2.1 Fewer than ten negative feedback comments received on the accuracy and completeness of VMD‘s GOV.UK material. Ensure all new material meets accessibility standards. Yes All new content meets accessibility standards according to our accessibility policy. We received 5 notifications of inaccurate content or technical faults which we have resolved.
2.2 At least quarterly liaison with NOAH and with other stakeholders in line with the VMD’s Strategy. Yes Meeting schedules with our stakeholders were completed.
3 Access to information requests: at least 95% cases responded to on time. Yes 100% of access to information requests responded to within deadline.
4 Continue to publish VMD datasets on the product information database and on Yes We continue to publish all information that we are able and is of interest.

6.7 Business Priority 4 – To support the capacity building efforts of international regulatory authorities to ensure high quality veterinary medicines that are used safely and effectively to protect human and animal health and the environment

Why are we doing this? There is increasing international recognition of the importance of regulation of veterinary medicines driven by a combination of interest in stewardship and appropriate use of antibiotics as well as development of livestock business for low and middle-income countries. UK international action is expected to support the cross-government 20 year antimicrobial resistance (AMR) vision and 5 year AMR national action plan, and the UN Sustainable Development Goals. The expertise of the VMD to support capacity development is recognised by our designation (together with our partner agencies APHA and CEFAS) as a Food and Agriculture Organisation (FAO) AMR Reference Centre. Non-government funding is available to be accessed.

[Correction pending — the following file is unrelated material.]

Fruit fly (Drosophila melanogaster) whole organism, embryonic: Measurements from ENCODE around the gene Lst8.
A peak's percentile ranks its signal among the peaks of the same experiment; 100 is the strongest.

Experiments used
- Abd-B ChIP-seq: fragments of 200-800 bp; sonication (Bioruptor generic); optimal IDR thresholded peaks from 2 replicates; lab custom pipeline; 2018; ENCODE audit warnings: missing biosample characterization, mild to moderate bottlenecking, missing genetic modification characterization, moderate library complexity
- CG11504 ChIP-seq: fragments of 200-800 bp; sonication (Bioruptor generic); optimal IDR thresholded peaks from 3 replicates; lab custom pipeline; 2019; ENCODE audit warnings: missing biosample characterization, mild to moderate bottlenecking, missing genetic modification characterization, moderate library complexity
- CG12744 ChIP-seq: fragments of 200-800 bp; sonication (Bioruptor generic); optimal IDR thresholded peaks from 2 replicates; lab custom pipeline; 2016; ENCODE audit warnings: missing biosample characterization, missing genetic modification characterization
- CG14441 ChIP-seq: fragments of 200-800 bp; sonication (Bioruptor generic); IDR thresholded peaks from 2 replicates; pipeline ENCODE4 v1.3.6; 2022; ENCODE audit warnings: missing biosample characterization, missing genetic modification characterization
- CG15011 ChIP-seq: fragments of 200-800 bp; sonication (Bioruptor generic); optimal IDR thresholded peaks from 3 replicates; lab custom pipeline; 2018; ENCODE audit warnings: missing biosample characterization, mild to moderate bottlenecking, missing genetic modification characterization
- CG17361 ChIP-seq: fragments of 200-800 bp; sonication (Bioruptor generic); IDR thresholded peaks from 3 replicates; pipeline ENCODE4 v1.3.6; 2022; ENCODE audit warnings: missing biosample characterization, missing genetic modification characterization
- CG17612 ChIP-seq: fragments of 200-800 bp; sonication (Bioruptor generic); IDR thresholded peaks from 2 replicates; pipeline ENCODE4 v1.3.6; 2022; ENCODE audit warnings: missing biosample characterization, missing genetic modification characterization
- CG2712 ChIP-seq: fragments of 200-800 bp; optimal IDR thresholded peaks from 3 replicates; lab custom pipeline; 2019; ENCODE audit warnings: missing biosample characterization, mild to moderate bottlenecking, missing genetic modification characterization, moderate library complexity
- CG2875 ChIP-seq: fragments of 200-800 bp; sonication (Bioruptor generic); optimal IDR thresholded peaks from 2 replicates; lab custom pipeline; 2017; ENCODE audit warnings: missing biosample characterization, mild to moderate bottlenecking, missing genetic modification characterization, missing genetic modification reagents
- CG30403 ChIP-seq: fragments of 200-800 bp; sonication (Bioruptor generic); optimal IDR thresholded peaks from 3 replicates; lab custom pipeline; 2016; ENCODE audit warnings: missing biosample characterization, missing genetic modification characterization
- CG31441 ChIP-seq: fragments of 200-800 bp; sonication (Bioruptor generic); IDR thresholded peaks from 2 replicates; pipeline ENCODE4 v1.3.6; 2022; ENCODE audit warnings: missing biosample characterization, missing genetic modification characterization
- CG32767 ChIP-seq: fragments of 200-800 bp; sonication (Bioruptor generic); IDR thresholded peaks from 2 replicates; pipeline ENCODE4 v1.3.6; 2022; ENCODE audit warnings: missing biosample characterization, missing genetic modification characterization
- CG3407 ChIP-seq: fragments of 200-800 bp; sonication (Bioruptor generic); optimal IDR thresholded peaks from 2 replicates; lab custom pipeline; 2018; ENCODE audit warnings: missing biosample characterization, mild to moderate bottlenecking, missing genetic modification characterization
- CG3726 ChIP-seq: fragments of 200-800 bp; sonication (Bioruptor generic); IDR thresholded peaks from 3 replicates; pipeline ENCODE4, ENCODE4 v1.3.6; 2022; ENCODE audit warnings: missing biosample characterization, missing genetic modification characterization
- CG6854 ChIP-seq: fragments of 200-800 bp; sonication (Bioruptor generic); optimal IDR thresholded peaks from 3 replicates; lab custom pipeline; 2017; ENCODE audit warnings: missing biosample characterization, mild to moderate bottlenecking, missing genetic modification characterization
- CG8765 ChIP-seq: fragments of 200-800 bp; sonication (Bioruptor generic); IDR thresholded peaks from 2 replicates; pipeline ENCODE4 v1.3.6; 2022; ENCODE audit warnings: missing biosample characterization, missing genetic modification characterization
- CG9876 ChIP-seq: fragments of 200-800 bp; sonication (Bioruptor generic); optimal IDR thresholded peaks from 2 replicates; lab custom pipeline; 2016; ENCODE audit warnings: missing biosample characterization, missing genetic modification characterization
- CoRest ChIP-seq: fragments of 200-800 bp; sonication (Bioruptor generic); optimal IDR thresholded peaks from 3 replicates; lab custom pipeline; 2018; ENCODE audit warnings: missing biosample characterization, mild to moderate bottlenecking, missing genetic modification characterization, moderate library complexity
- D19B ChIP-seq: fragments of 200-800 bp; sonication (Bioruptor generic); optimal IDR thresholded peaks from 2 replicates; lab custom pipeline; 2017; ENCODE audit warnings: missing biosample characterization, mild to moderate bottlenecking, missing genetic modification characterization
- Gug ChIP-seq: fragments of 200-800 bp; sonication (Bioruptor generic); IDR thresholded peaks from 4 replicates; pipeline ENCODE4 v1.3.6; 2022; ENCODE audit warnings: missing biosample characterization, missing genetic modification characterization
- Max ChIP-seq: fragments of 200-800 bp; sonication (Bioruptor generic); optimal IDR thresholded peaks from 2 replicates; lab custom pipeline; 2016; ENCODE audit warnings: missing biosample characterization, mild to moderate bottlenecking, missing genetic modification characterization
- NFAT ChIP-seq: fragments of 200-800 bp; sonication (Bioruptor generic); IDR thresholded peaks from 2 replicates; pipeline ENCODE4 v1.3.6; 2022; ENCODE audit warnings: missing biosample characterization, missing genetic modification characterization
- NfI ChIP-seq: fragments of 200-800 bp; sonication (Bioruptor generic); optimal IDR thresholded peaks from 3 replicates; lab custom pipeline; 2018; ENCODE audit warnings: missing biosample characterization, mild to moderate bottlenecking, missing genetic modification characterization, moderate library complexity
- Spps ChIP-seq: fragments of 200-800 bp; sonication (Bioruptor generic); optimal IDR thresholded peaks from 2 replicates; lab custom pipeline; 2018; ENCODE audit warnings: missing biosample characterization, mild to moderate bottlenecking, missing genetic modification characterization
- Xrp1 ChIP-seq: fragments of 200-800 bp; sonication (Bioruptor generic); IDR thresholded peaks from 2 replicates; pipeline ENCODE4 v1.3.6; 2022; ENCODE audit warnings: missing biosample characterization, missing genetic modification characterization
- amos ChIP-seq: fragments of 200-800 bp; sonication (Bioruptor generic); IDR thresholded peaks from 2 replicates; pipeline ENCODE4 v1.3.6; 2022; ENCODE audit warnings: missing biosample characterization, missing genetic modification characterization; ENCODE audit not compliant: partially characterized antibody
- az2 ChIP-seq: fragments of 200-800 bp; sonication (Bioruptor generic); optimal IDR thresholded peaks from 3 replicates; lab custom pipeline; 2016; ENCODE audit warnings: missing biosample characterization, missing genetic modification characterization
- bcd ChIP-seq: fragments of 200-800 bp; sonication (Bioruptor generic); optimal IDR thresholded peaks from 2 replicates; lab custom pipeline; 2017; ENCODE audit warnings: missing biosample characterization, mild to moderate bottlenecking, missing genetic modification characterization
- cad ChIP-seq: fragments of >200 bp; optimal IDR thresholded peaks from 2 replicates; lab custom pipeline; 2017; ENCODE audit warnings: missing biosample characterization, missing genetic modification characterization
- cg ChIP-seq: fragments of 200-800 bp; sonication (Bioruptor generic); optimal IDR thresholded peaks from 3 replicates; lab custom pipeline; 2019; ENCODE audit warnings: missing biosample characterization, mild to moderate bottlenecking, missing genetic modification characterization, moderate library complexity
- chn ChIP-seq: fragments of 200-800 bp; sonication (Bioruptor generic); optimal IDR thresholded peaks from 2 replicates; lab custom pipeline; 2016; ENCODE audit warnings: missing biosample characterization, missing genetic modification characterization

Key Performance Indicators

Reference KPI KPI Met KPI Achievement